What Are The Key Features Of Mobile CCTV Trailers?
We are looking to use a mobile CCTV trailer to provide surveillance around multiple sites we manage and find that the available units are highly customised – what are the key features of mobile surveillance trailers in SEN’s opinion?
A: In no particular order and throwing everything as well as the kitchen sink at your question, we’d be looking for redundant communications paths, such as 4G and 4GX with a signal booster, tamper alarms, capable CCTV cameras – fixed and PTZ optical and possibly fixed thermal cameras for long range perimeter detection, with a telescoping or folding mast to allow greater camera range and enhanced vandal resistance.
Look for battery support – LiFePo is probably the best balance of weight, size and performance, but quality AGMs like LifeLine or Fullriver are excellent, too. Opt for more solar panels than you think you need, managed by an MPPT solar controller, supported by a diesel generator. Look for considerable video storage capacity, multiple light sources, including visible floodlights, infrared flood and spotlights, duplex audio, a video help point/integrated PA system, siren, strobe, access control of trailer systems, long range Wi-Fi, an alarm panel with 360 PIR detection of attempts to approach the trailer.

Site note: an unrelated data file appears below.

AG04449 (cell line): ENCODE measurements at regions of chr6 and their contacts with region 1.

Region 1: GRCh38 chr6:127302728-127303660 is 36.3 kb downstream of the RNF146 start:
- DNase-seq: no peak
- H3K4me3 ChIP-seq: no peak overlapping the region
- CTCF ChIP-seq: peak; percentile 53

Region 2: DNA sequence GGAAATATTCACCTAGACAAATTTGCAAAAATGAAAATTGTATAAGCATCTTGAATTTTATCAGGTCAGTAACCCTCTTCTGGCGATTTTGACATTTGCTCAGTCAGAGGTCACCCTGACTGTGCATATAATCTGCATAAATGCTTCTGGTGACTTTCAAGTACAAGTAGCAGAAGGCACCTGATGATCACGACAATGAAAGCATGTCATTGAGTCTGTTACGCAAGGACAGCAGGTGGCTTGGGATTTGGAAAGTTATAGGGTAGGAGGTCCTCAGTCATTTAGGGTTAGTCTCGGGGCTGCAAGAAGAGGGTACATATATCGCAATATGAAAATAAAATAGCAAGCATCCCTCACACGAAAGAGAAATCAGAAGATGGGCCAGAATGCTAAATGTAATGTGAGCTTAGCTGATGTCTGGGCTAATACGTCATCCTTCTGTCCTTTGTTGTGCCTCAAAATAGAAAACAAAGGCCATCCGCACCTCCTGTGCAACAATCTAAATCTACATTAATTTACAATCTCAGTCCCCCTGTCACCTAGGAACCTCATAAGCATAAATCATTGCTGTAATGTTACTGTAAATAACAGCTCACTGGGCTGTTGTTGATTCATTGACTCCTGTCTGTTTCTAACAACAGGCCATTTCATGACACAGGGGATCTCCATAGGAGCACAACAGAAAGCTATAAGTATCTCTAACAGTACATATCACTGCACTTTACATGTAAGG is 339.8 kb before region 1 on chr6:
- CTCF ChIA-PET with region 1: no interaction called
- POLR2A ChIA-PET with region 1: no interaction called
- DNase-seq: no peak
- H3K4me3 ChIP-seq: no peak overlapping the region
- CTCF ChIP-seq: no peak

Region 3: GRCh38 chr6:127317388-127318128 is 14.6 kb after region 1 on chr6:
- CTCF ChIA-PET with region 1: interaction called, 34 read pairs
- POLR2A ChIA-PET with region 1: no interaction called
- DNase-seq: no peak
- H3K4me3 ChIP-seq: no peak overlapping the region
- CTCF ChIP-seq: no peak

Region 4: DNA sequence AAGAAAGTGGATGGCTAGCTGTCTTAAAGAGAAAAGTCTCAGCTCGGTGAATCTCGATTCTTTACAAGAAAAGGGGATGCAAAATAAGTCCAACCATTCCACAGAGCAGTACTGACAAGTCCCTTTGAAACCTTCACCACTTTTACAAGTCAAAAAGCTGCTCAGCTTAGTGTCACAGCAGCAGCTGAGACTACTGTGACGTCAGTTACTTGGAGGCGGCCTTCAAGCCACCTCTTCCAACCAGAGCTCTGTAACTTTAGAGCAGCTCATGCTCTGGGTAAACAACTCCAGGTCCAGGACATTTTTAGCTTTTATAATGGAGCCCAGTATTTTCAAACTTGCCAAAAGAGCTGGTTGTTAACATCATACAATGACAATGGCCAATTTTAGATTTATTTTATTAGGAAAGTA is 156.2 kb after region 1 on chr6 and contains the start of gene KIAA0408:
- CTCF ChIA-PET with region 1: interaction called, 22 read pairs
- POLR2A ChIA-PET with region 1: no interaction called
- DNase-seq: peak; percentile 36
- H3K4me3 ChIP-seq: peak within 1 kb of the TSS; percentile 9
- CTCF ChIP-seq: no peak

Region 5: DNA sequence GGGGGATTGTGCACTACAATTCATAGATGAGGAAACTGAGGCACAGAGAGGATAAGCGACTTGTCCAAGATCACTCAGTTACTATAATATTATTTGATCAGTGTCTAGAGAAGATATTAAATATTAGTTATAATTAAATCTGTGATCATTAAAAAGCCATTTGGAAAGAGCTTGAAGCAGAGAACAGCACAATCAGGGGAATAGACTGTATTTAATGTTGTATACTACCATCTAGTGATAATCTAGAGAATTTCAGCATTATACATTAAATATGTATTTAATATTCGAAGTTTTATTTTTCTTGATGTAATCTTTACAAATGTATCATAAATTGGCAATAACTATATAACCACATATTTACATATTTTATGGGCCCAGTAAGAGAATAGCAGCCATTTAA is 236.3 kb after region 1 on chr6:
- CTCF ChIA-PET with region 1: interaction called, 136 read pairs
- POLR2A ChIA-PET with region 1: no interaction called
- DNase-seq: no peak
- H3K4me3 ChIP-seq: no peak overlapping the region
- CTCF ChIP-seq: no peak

The unit will also need an integrated CCTV management solution so operators can position cameras once the trailer is onsite. Depending on requirements, the system will need to transmit live video streams, or store them locally, while transmitting alarm events. A CCTV solution that incorporates analytics will help with managing bandwidth. The unit needs to be weather and vandal proof, have decent ground clearance so it can be towed over rough ground, and should feature a full-sized spare wheel.
If you go with a passive 4G signal booster you’ll want the antenna to be as high as possible without getting in the way of camera views. The antenna mount will need to be stainless, a base plate is better than one of the adjustable types and use plumber’s tape to ensure wind vibration and thermal expansion don’t loosen the antenna thread. Passive boosters work, especially in areas where signal is miserable. If you can’t get 4G, try 3G – it’s slower but the range is much greater, allowing you to get notifications of events, as well as low res video, with high-res stored onboard.